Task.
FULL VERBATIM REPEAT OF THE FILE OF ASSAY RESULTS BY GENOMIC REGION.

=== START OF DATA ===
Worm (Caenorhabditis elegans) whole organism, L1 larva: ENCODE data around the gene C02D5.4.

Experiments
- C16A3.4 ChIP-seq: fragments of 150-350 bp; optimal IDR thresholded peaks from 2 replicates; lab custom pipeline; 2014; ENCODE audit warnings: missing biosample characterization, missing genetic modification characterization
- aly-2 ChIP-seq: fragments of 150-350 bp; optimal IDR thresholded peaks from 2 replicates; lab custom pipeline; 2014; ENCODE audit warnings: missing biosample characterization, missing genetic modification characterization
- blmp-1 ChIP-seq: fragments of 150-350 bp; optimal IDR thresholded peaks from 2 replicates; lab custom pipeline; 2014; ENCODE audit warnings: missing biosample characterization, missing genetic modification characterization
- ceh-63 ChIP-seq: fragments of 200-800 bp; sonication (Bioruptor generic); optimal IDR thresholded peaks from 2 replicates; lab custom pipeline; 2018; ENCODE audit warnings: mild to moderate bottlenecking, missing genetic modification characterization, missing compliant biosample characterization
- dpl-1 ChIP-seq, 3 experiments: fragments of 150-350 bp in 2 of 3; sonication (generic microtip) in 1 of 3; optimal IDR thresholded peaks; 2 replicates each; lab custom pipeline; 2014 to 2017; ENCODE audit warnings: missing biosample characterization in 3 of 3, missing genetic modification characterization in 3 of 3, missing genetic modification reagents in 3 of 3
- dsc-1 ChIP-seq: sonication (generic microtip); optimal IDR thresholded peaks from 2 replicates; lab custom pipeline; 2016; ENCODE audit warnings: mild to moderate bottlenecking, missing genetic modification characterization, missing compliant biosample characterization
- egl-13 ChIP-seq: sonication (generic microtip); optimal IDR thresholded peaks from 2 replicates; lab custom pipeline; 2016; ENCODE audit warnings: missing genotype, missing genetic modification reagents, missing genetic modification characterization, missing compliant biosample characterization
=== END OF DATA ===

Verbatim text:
Worm (Caenorhabditis elegans) whole organism, L1 larva: ENCODE data around the gene C02D5.4.

Experiments
- C16A3.4 ChIP-seq: fragments of 150-350 bp; optimal IDR thresholded peaks from 2 replicates; lab custom pipeline; 2014; ENCODE audit warnings: missing biosample characterization, missing genetic modification characterization
- aly-2 ChIP-seq: fragments of 150-350 bp; optimal IDR thresholded peaks from 2 replicates; lab custom pipeline; 2014; ENCODE audit warnings: missing biosample characterization, missing genetic modification characterization
- blmp-1 ChIP-seq: fragments of 150-350 bp; optimal IDR thresholded peaks from 2 replicates; lab custom pipeline; 2014; ENCODE audit warnings: missing biosample characterization, missing genetic modification characterization
- ceh-63 ChIP-seq: fragments of 200-800 bp; sonication (Bioruptor generic); optimal IDR thresholded peaks from 2 replicates; lab custom pipeline; 2018; ENCODE audit warnings: mild to moderate bottlenecking, missing genetic modification characterization, missing compliant biosample characterization
- dpl-1 ChIP-seq, 3 experiments: fragments of 150-350 bp in 2 of 3; sonication (generic microtip) in 1 of 3; optimal IDR thresholded peaks; 2 replicates each; lab custom pipeline; 2014 to 2017; ENCODE audit warnings: missing biosample characterization in 3 of 3, missing genetic modification characterization in 3 of 3, missing genetic modification reagents in 3 of 3
- dsc-1 ChIP-seq: sonication (generic microtip); optimal IDR thresholded peaks from 2 replicates; lab custom pipeline; 2016; ENCODE audit warnings: mild to moderate bottlenecking, missing genetic modification characterization, missing compliant biosample characterization
- egl-13 ChIP-seq: sonication (generic microtip); optimal IDR thresholded peaks from 2 replicates; lab custom pipeline; 2016; ENCODE audit warnings: missing genotype, missing genetic modification reagents, missing genetic modification characterization, missing compliant biosample characterization